The School of Earth and Atmospheric Sciences Presents Dr. Thomas Weber, University of Rochester
A Machine Learning Approach to Estimate Methane Emissions from the Global Ocean and Laurentian Great Lakes
Oceanic emissions represent a highly uncertain source in the natural atmospheric methane budget, and are thought to be highly sensitive to environmental change. The primary limitation in constraining this term is the very sparse sampling of dissolved methane distributions in the surface ocean mixed layer, which is needed to compute the air-sea flux.
Here, we overcome this limitation using statistical mapping methods. We compiled a large dataset of methane supersaturation in surface waters, and trained machine learning models to map its climatological distribution as a function of other well sampled biogeochemical variables.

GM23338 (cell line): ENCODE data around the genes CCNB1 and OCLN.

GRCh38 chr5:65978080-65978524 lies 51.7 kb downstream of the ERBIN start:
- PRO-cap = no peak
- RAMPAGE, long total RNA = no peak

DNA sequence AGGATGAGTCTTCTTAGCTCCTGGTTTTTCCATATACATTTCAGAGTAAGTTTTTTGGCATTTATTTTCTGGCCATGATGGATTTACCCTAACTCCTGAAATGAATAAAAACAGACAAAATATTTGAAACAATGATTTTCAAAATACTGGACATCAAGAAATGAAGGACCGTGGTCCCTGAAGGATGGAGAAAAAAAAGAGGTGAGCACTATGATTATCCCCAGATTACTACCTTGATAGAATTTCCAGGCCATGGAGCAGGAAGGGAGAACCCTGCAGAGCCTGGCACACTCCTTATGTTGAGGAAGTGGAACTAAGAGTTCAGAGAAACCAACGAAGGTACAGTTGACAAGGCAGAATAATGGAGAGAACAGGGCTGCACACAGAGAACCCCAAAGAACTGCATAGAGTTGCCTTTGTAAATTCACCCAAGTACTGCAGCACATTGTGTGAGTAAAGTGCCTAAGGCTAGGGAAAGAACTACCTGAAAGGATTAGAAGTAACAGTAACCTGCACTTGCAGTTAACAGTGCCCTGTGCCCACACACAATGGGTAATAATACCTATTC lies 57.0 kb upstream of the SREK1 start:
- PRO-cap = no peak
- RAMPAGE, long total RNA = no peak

Our approach yields a global diffusive methane flux of 4.1±2 Tg/yr from the ocean to the atmosphere, or a total flux of 4-15Tg/yr once ebullition is accounted for. These fluxes are towards the lower end of the range adopted by recent IPCC reports (5-25 Tg/yr), but exceed the upper end of estimates extrapolated from individual cruise data (0.3-3 Tg/yr). Our statistical method also provides important insights into methane production mechanisms in the ocean, revealing a significant relationship to net primary production that is consistent with hypothesized aerobic methanogenesis during organic matter cycling.
Finally, I present ongoing work to apply these methods to the Laurentian Great Lakes, and place new constraints on global freshwater methane emissions.